Liverpool Mayor Joe Anderson has asked housing company Redrow to save 27 trees at Sefton Park Meadows.
He says he is “unhappy” about the loss of the trees, which would be felled to make way for executive homes, and has asked the developers to reconsider their planning application.
Plans show a quarter of trees (27 out of 110) around Sefton Park’s Meadowlands will be culled for the new housing project.
Mayor Anderson said: “I am today voicing my concerns about the latest proposal from Redrow for land at Park Avenue.
“Like residents, I was unhappy with the number of trees that would be lost and have asked them to amend the scheme to make sure that there is no tree loss if at all possible.
“There has been a lot of discussion with the developer over the last few months about meeting this aspiration, and the planning application we received most recently is the third design that Redrow have come up with the two previous schemes being too dense in my opinion.”
A tree report contained within Redrow’s planning application to Liverpool council for the site recommends 27 trees including Horse Chestnut, Lime and Ash be removed for the development, six of which are described as high value meaning they particularly good examples of the species.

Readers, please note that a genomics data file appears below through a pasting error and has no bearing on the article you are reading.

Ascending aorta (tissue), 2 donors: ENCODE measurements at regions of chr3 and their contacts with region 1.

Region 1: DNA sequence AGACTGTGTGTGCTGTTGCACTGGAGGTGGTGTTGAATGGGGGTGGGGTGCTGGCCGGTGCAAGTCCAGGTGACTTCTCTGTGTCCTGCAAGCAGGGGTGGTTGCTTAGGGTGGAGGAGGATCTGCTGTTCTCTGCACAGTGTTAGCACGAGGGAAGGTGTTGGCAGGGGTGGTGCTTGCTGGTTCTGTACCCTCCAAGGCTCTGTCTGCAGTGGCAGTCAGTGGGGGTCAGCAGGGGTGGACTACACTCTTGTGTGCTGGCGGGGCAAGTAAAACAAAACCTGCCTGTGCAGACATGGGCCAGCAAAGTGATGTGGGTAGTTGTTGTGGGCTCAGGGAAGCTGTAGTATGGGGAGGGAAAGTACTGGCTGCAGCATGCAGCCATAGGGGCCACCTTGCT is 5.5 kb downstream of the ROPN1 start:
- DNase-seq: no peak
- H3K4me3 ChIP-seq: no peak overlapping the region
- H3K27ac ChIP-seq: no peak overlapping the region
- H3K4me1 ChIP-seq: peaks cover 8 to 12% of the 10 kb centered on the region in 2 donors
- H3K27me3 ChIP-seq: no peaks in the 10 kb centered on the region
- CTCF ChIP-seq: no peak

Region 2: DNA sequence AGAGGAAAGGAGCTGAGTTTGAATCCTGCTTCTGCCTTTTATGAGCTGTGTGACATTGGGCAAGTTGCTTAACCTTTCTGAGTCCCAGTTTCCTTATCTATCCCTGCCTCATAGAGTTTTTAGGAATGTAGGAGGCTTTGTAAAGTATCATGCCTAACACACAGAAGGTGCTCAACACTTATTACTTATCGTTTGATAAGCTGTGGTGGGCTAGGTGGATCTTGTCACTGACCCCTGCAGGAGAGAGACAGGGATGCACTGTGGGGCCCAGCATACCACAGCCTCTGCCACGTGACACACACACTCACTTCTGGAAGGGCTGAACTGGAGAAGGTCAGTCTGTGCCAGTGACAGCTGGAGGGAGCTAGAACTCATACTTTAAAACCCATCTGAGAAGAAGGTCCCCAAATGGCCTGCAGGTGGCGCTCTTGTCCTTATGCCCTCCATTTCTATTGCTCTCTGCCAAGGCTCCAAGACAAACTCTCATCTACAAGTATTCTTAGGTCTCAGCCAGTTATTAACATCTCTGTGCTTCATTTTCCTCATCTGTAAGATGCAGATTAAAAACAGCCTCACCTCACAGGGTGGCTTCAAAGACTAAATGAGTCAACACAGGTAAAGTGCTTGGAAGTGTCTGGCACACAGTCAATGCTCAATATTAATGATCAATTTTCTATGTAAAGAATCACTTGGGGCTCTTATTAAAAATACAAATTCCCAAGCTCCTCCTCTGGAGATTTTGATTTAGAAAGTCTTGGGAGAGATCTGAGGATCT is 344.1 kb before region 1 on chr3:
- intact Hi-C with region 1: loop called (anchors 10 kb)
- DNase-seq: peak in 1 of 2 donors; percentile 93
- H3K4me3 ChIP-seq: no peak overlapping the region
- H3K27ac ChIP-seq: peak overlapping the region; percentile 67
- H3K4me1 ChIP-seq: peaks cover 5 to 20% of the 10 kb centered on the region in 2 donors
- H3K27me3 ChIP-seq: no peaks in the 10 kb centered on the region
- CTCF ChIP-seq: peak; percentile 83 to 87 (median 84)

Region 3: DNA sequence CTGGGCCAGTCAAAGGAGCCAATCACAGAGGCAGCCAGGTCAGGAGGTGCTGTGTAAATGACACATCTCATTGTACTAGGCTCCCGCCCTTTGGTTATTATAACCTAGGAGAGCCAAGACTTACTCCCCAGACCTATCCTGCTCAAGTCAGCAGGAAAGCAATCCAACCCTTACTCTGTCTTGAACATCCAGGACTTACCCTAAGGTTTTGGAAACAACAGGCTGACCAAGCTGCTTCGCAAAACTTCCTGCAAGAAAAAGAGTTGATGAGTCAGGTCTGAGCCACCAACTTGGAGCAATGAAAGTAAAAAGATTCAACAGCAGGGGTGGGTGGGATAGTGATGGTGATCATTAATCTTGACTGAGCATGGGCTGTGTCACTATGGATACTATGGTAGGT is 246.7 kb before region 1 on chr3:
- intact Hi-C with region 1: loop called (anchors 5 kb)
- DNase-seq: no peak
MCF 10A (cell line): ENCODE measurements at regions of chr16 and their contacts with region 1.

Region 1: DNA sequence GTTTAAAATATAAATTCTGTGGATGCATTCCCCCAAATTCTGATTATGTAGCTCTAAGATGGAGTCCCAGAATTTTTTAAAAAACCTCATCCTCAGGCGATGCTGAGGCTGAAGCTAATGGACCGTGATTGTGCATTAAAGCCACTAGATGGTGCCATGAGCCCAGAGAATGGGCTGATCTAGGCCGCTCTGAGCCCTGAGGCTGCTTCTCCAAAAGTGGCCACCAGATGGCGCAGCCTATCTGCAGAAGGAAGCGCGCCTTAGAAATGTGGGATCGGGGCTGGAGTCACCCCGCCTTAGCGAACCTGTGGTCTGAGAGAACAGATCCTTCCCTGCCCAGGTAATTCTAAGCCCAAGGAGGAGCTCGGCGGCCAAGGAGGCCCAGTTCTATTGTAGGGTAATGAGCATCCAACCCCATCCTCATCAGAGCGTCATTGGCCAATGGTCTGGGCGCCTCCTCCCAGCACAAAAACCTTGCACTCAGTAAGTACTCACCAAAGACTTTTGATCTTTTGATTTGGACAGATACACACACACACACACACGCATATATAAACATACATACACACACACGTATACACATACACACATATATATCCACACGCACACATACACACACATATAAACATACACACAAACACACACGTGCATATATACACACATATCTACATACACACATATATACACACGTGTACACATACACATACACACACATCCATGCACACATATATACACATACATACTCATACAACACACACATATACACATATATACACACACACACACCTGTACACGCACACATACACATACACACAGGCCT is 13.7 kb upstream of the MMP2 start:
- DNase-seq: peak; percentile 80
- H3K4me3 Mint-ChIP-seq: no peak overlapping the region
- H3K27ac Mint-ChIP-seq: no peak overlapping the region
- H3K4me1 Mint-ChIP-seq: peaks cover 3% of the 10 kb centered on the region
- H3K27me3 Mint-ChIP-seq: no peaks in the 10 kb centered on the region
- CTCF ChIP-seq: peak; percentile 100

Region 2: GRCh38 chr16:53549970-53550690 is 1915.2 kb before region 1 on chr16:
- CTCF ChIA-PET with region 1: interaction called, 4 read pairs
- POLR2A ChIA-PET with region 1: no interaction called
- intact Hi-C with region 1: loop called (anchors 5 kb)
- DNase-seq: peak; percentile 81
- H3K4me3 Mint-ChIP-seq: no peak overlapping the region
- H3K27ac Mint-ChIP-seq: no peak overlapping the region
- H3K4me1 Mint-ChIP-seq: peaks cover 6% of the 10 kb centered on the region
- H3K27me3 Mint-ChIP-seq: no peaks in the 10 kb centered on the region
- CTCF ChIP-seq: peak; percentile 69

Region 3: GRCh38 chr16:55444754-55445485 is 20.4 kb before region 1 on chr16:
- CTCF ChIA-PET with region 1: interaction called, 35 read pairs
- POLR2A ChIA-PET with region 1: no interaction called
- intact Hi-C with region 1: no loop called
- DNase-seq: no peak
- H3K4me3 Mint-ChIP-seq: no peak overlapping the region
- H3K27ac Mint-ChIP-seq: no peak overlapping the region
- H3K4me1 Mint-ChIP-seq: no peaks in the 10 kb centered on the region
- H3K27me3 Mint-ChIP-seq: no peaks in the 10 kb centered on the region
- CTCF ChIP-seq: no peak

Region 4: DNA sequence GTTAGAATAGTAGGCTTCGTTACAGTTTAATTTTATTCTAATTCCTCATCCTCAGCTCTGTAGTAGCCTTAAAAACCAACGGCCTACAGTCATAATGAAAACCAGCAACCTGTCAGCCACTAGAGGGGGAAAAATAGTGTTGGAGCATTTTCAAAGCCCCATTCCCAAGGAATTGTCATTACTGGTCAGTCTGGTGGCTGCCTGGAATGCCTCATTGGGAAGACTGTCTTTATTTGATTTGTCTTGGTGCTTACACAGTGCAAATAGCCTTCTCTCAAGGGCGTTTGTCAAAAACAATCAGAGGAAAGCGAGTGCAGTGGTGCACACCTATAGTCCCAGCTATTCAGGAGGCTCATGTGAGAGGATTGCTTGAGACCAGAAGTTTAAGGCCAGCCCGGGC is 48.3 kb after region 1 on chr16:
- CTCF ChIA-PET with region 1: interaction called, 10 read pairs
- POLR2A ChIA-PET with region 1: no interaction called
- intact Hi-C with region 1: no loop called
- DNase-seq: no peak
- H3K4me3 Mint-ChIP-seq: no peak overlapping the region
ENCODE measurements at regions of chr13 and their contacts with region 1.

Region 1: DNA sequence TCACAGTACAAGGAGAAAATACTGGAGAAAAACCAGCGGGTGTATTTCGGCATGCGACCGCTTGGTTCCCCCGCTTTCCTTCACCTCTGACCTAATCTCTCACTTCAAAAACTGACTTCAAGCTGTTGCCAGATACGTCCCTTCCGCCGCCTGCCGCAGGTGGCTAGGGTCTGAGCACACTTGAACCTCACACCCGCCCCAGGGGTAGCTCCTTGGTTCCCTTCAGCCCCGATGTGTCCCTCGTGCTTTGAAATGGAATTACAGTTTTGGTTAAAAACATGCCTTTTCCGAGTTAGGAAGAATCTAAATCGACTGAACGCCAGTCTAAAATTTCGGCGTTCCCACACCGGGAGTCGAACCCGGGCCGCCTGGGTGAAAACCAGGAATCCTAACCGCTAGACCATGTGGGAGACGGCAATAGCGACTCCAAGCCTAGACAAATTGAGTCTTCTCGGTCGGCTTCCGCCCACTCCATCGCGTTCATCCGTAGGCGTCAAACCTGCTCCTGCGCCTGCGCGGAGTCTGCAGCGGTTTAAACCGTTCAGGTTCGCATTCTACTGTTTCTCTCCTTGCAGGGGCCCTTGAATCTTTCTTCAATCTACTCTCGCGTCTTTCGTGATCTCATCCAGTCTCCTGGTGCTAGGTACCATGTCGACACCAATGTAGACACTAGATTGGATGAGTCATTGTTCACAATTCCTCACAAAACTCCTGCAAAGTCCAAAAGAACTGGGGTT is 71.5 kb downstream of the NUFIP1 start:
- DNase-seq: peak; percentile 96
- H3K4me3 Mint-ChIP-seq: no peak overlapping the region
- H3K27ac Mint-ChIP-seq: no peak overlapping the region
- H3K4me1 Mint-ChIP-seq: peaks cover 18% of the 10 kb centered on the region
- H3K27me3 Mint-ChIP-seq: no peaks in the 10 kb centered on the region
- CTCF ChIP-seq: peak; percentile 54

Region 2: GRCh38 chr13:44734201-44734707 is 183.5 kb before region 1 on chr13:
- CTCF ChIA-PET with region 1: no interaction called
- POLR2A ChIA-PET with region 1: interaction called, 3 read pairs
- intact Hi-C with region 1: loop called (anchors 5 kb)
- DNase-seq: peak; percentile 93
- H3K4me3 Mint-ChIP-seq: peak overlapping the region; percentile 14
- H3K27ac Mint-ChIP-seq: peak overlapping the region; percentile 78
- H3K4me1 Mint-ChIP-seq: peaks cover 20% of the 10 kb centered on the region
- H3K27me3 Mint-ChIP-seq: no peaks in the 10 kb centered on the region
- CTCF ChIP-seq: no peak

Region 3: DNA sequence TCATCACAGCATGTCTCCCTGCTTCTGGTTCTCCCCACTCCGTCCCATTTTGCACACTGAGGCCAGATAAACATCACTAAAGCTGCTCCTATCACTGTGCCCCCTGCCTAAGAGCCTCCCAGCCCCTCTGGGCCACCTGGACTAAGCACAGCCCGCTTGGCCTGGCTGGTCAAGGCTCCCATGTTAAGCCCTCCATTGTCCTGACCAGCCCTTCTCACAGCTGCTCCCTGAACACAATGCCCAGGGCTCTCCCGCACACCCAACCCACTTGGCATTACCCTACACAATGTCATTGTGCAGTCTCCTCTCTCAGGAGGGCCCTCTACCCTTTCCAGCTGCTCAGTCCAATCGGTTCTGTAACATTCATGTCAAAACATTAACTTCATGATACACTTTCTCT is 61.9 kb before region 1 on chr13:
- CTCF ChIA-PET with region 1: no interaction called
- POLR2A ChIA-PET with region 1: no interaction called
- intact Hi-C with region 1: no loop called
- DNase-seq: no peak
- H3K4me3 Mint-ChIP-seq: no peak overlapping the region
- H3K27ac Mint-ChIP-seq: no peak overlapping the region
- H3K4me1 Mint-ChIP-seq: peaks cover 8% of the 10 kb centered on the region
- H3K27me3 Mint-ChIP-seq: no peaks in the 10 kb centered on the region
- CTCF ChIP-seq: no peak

Under the current proposals the trees would be removed to create access points into the new development.
Mayor Anderson said: “Redrow… have been very receptive to the concerns raised and are continuing to work very closely with the council in making sure the scheme is right for which I am very grateful.
“I know there is a great deal of passionate debate about this site, but I have been absolutely clear from the moment that we declared it as available for development that any residential scheme needed to be of the highest quality, of low density and in keeping with the area.
“We could have received more than double the amount we will finally receive if we were not so determined to make sure that the development is of a density, design and quality that is appropriate for the surroundings.”
Campaigners have been fighting to stop the development of the land, saying it is a much-loved green space.
Mayor Anderson said: “It is worth reminding ourselves of the rationale for the development. Quite simply, it is to help offset the eye-watering government cuts we have faced, and will continue to face, over the next few years.
“The sale price of the land will provide a much-needed financial boost, and be invested in projects such as parks. The project will also help us meet the demand for much needed high-quality homes in the city, generating tens of thousands of pounds of high band council tax income to help support services.”
He added: “I love Sefton Park. I have used it for the whole of my life and take my grandchildren to use it regularly. So I would absolutely not approve any scheme that causes harm to the park itself.
“The bottom line is that the investment we are getting from the development at Park Avenue will help us, in difficult times, to continue to protect it.”